While optical isn’t foolproof when it comes to signal interference, it has several advantages over aux inputs.
For starters, it’s capable of transmitting up to 7.1 channels of high-res audio signals which can be supported by modern home-theater systems. However, there’s no discernible difference in audio quality compared to using an HDMI cable.
Thanks to its ability to support digital audio signals, it works better than aux input when connecting your audio device with a surround sound system.
That’s because it eliminates the need for complex wiring without sacrificing the audio quality. Nonetheless, it also has a few drawbacks.
Disadvantages Of Optical Input
Though optical input isn’t prone to interference like aux, it can also lose data mainly with long cable runs.
That’s what happens when a few binary “0s” and “1s” fail to arrive at the time down the cable.
As a result, the audio may become a little jittery or result in blank portions. That means a well-routed high-quality aux cable is the way to go over long cable runs.
Should I Choose AUX Or Optical Input For Audio Clarity?
When it comes to audio performance, aux is more prone to interference and line loss compared to the optical input.
With that in mind, most people agree that you get clearer sound performance, superior special quality, and better channel separation with an optical connection.
However, the same people will tell you there’s no noticeable difference as your speakers also have a huge role to play in the audio performance.
Aside from the speakers, the length of your cable, the source device and your hearing ability also matters a lot.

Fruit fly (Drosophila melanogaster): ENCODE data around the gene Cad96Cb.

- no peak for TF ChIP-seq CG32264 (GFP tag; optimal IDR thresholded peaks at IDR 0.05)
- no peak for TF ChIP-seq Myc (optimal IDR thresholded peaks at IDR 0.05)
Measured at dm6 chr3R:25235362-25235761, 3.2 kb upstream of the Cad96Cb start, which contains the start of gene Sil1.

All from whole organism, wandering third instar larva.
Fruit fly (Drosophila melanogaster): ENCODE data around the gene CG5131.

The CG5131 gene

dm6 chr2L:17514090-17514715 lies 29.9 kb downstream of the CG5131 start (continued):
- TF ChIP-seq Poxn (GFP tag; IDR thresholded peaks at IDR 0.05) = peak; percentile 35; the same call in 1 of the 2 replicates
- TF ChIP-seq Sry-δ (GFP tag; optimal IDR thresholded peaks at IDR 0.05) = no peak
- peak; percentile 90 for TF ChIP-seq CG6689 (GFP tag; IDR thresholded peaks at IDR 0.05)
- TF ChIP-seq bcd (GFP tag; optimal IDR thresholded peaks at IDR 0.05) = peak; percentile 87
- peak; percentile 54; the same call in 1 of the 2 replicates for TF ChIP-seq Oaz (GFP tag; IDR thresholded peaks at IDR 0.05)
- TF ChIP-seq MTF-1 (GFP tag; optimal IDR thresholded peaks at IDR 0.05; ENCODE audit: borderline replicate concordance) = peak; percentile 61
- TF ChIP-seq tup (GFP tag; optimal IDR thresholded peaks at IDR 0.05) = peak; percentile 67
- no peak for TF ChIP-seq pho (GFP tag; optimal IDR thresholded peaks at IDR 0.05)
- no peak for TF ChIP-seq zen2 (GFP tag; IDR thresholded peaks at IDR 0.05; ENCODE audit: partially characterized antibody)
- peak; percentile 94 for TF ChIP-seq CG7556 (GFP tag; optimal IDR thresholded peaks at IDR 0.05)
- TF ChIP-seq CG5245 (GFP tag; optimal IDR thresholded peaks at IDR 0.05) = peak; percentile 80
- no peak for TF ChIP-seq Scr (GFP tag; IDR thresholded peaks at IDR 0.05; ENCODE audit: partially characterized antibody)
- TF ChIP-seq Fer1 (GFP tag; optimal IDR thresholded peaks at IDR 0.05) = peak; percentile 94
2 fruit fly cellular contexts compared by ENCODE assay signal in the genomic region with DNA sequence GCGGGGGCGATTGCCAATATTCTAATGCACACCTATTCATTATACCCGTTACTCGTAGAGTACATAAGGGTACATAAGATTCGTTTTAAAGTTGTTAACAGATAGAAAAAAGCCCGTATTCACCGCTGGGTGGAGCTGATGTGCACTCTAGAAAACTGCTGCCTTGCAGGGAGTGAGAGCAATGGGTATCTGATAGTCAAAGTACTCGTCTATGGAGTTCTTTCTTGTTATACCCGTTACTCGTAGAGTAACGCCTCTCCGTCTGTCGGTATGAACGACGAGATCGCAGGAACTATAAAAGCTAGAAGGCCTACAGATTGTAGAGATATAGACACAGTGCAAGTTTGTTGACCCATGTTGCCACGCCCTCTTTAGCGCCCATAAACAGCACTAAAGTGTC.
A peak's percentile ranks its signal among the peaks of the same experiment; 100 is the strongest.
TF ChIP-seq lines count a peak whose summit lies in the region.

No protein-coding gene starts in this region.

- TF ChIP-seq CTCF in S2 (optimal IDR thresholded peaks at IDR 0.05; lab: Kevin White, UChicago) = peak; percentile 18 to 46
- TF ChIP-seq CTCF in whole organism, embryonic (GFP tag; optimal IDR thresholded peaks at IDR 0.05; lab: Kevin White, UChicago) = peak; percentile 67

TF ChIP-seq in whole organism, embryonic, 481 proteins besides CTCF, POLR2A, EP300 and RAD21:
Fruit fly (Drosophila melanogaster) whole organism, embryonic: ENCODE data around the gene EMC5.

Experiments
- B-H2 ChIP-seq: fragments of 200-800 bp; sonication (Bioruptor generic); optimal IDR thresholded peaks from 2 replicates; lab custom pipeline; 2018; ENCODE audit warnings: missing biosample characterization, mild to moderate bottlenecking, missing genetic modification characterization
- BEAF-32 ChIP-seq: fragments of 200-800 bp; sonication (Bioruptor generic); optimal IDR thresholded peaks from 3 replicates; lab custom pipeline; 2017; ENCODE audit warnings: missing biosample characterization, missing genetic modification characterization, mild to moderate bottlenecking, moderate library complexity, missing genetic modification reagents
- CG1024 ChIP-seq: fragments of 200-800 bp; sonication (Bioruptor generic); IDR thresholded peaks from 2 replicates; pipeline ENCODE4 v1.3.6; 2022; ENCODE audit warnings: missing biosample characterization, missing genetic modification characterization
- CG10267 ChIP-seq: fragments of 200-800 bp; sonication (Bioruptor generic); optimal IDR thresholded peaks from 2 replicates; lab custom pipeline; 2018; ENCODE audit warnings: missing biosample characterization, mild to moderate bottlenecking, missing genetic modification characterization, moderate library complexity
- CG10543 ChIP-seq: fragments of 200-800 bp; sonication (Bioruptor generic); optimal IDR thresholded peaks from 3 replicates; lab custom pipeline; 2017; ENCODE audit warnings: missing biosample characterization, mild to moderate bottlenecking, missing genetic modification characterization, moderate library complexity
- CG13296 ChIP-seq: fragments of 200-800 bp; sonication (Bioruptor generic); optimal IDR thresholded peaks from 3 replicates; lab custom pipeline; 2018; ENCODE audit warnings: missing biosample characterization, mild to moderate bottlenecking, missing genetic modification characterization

For instance, if you’re listening to an uncompressed FLAC file played using a high-end audio system, you are likely to pick up differences between the two input options.
However, it may not be the same while listening to an MP3 file (128kbps) played from your phone.
Is Aux Good For Soundbar?
AUX IN is an analogue connection method that is still useful if it is supported on both your TV and Sound Bar ( make sure to connect to the AUDIO OUT port on the back of your TV). This uses a standard RCA or 3.5mm stereo jack cable to transmit an analogue signal.
Due to the fact that it is an analogue output, it may be susceptible to interference. Please keep your cord as far away from the power source as feasible. You may need to use the TV’s settings to enable the audio feature and disable the speakers. Consult the owner’s manual for your television. Only use the volume control on the Sound Bar.
How to Connect Soundbar to TV using Optical Cable
First off, we will look at how you can improve the quality of sound on your TV set by connecting it to a soundbar. Follow the steps outlined below:
- Check the optical cable to see if there are any protective plastic caps fitted at the ends; if any, remove them to ensure that the cable will plug into the various ports.
- Locate ports on your TV marked for Digital Audio Out. Plug in your optical cable into the Digital Audio.
- Plug the other end of the optical cable into the Digital Audio In port of the soundbar you want to connect.
- Ensure that you are connecting from the Optical Output port on your TV to the Optical In on your soundbar so that data flows from the TV to the soundbar to produce sound.
- Switch on the power on both the TV and soundbar.
- Press the source button on the soundbar’s remote control and set it to digital IN. “D-IN” will be displayed on the front panel of the soundbar to show that it is ready to go.
So that’s it, the complete aux vs optical for soundbars. In reality, everyone’s audio system is unique. As such, it’s worth trying both input methods if your current audio device supports the two of them.
That will help you to know which option can deliver superior audio quality. However, you may not find any significant difference in the performance through an optical input may come in handy when using a surround sound system. It’s also great with proprietary high-res audio signals.